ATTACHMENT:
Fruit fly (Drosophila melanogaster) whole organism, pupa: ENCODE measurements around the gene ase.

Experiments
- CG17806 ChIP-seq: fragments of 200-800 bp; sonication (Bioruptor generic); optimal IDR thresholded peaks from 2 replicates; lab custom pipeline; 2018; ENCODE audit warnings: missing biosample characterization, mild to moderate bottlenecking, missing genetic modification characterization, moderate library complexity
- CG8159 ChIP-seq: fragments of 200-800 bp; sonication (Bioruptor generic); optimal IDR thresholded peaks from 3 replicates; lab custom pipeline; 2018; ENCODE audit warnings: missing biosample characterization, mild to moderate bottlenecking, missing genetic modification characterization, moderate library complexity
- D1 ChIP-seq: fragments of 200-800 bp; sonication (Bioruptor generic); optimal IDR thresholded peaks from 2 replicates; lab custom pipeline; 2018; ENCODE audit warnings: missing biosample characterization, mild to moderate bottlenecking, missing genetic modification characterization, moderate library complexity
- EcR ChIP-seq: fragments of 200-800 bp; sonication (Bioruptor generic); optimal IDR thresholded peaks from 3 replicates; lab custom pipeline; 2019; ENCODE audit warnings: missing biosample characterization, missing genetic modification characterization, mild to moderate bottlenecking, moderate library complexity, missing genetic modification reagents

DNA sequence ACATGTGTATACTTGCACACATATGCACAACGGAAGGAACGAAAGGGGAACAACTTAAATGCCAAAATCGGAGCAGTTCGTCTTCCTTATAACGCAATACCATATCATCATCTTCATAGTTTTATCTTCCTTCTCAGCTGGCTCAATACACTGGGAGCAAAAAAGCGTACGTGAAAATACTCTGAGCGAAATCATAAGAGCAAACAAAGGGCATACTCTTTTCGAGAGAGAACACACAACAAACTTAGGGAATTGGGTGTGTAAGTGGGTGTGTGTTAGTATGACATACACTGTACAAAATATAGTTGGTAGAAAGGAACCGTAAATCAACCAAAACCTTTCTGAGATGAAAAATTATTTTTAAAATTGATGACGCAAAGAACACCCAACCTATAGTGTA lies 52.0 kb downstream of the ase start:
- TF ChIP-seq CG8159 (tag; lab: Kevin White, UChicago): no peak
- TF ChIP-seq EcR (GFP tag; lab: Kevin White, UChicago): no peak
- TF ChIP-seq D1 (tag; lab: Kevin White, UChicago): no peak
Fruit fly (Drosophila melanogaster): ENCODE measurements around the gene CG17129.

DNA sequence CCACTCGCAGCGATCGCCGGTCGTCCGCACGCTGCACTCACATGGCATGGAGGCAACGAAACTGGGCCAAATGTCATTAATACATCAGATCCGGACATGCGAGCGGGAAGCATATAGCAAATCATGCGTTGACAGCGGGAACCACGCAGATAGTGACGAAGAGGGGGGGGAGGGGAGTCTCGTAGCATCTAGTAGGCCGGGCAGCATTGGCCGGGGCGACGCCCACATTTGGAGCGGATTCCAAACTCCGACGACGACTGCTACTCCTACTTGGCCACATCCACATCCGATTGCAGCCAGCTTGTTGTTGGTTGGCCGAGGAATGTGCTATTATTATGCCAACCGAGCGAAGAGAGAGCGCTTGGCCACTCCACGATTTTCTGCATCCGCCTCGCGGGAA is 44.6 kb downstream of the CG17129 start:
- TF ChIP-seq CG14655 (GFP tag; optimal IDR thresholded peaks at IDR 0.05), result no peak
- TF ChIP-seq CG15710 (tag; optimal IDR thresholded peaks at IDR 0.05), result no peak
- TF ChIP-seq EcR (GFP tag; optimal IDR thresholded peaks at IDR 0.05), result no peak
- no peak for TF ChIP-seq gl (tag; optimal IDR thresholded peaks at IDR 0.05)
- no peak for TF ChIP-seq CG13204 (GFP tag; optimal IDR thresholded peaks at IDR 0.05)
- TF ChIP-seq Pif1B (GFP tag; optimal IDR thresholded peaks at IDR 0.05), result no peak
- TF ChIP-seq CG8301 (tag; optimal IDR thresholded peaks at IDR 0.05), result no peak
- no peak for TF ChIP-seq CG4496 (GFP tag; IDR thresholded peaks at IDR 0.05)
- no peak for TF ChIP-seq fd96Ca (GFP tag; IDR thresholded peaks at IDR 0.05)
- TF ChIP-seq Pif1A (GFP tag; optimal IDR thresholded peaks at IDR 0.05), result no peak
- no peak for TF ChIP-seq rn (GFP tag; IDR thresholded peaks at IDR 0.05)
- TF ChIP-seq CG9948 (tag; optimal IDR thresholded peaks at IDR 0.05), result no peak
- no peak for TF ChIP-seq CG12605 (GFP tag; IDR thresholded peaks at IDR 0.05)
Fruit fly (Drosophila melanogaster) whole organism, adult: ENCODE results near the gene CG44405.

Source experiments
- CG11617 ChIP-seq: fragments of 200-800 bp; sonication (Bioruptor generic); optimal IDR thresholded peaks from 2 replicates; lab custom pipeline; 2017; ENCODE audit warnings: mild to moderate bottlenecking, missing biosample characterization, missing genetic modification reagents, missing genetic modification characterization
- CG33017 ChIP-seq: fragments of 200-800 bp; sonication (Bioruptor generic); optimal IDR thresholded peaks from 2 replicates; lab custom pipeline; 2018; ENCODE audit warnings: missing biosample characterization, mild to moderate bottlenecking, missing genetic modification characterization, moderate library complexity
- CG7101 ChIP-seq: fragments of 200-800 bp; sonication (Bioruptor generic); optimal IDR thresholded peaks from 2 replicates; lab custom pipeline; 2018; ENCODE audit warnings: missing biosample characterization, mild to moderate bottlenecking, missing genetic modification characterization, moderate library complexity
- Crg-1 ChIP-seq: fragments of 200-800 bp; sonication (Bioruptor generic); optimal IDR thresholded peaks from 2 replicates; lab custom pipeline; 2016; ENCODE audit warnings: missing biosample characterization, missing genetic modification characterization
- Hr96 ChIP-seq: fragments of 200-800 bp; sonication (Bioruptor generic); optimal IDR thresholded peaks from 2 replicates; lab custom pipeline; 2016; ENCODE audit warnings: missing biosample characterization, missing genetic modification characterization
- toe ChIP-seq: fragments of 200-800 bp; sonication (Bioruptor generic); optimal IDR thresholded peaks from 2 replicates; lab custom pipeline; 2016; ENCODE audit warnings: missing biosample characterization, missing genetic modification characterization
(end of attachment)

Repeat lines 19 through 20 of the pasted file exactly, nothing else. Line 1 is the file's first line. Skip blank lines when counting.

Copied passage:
- TF ChIP-seq CG8301 (tag; optimal IDR thresholded peaks at IDR 0.05), result no peak
- no peak for TF ChIP-seq CG4496 (GFP tag; IDR thresholded peaks at IDR 0.05)